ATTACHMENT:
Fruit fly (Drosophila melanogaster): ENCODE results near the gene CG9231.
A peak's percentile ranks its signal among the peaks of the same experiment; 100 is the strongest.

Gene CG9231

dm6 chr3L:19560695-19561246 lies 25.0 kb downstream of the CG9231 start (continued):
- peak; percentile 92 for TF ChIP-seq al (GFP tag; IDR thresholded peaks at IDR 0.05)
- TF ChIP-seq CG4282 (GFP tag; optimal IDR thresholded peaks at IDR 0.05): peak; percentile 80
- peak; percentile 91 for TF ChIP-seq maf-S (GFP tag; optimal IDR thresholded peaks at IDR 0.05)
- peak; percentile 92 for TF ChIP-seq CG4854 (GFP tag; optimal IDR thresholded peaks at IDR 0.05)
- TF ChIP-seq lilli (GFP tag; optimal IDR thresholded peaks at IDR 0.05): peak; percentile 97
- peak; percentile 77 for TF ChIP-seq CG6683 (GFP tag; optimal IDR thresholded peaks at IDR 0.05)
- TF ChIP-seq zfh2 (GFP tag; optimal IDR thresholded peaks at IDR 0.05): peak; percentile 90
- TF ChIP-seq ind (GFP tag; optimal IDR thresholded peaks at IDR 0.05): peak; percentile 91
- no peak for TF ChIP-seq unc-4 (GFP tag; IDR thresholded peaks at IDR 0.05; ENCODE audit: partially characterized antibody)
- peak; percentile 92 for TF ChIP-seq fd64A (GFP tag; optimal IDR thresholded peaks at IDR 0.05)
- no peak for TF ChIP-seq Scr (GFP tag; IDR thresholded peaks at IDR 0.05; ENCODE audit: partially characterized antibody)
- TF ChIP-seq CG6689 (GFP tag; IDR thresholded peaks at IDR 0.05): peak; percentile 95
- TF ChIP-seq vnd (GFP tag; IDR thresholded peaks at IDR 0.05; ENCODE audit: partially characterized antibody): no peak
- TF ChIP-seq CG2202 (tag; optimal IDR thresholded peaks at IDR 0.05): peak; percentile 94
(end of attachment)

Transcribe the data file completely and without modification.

Fruit fly (Drosophila melanogaster): ENCODE results near the gene CG9231.
A peak's percentile ranks its signal among the peaks of the same experiment; 100 is the strongest.

Gene CG9231

dm6 chr3L:19560695-19561246 lies 25.0 kb downstream of the CG9231 start (continued):
- peak; percentile 92 for TF ChIP-seq al (GFP tag; IDR thresholded peaks at IDR 0.05)
- TF ChIP-seq CG4282 (GFP tag; optimal IDR thresholded peaks at IDR 0.05): peak; percentile 80
- peak; percentile 91 for TF ChIP-seq maf-S (GFP tag; optimal IDR thresholded peaks at IDR 0.05)
- peak; percentile 92 for TF ChIP-seq CG4854 (GFP tag; optimal IDR thresholded peaks at IDR 0.05)
- TF ChIP-seq lilli (GFP tag; optimal IDR thresholded peaks at IDR 0.05): peak; percentile 97
- peak; percentile 77 for TF ChIP-seq CG6683 (GFP tag; optimal IDR thresholded peaks at IDR 0.05)
- TF ChIP-seq zfh2 (GFP tag; optimal IDR thresholded peaks at IDR 0.05): peak; percentile 90
- TF ChIP-seq ind (GFP tag; optimal IDR thresholded peaks at IDR 0.05): peak; percentile 91
- no peak for TF ChIP-seq unc-4 (GFP tag; IDR thresholded peaks at IDR 0.05; ENCODE audit: partially characterized antibody)
- peak; percentile 92 for TF ChIP-seq fd64A (GFP tag; optimal IDR thresholded peaks at IDR 0.05)
- no peak for TF ChIP-seq Scr (GFP tag; IDR thresholded peaks at IDR 0.05; ENCODE audit: partially characterized antibody)
- TF ChIP-seq CG6689 (GFP tag; IDR thresholded peaks at IDR 0.05): peak; percentile 95
- TF ChIP-seq vnd (GFP tag; IDR thresholded peaks at IDR 0.05; ENCODE audit: partially characterized antibody): no peak
- TF ChIP-seq CG2202 (tag; optimal IDR thresholded peaks at IDR 0.05): peak; percentile 94